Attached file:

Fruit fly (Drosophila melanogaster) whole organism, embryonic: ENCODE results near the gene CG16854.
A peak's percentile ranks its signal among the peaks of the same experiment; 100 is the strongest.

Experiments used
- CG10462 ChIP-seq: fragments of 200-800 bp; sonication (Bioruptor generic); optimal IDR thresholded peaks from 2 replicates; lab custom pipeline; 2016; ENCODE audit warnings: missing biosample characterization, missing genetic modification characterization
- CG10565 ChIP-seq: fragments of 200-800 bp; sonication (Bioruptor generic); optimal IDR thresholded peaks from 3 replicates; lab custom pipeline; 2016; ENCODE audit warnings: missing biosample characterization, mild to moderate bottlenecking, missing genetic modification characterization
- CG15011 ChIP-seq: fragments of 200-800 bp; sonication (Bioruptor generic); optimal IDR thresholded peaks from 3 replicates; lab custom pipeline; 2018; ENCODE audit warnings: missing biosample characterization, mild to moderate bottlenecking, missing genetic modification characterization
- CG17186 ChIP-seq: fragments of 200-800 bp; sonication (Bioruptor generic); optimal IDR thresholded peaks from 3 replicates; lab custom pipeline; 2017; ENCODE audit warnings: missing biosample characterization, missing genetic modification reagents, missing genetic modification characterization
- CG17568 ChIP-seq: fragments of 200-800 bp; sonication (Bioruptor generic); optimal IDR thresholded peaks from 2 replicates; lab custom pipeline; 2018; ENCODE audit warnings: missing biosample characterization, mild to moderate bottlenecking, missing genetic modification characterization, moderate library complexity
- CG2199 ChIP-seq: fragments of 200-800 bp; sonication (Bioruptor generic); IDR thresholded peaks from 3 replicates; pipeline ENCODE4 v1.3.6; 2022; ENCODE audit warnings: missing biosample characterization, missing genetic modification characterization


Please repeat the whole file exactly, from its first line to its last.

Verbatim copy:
Fruit fly (Drosophila melanogaster) whole organism, embryonic: ENCODE results near the gene CG16854.
A peak's percentile ranks its signal among the peaks of the same experiment; 100 is the strongest.

Experiments used
- CG10462 ChIP-seq: fragments of 200-800 bp; sonication (Bioruptor generic); optimal IDR thresholded peaks from 2 replicates; lab custom pipeline; 2016; ENCODE audit warnings: missing biosample characterization, missing genetic modification characterization
- CG10565 ChIP-seq: fragments of 200-800 bp; sonication (Bioruptor generic); optimal IDR thresholded peaks from 3 replicates; lab custom pipeline; 2016; ENCODE audit warnings: missing biosample characterization, mild to moderate bottlenecking, missing genetic modification characterization
- CG15011 ChIP-seq: fragments of 200-800 bp; sonication (Bioruptor generic); optimal IDR thresholded peaks from 3 replicates; lab custom pipeline; 2018; ENCODE audit warnings: missing biosample characterization, mild to moderate bottlenecking, missing genetic modification characterization
- CG17186 ChIP-seq: fragments of 200-800 bp; sonication (Bioruptor generic); optimal IDR thresholded peaks from 3 replicates; lab custom pipeline; 2017; ENCODE audit warnings: missing biosample characterization, missing genetic modification reagents, missing genetic modification characterization
- CG17568 ChIP-seq: fragments of 200-800 bp; sonication (Bioruptor generic); optimal IDR thresholded peaks from 2 replicates; lab custom pipeline; 2018; ENCODE audit warnings: missing biosample characterization, mild to moderate bottlenecking, missing genetic modification characterization, moderate library complexity
- CG2199 ChIP-seq: fragments of 200-800 bp; sonication (Bioruptor generic); IDR thresholded peaks from 3 replicates; pipeline ENCODE4 v1.3.6; 2022; ENCODE audit warnings: missing biosample characterization, missing genetic modification characterization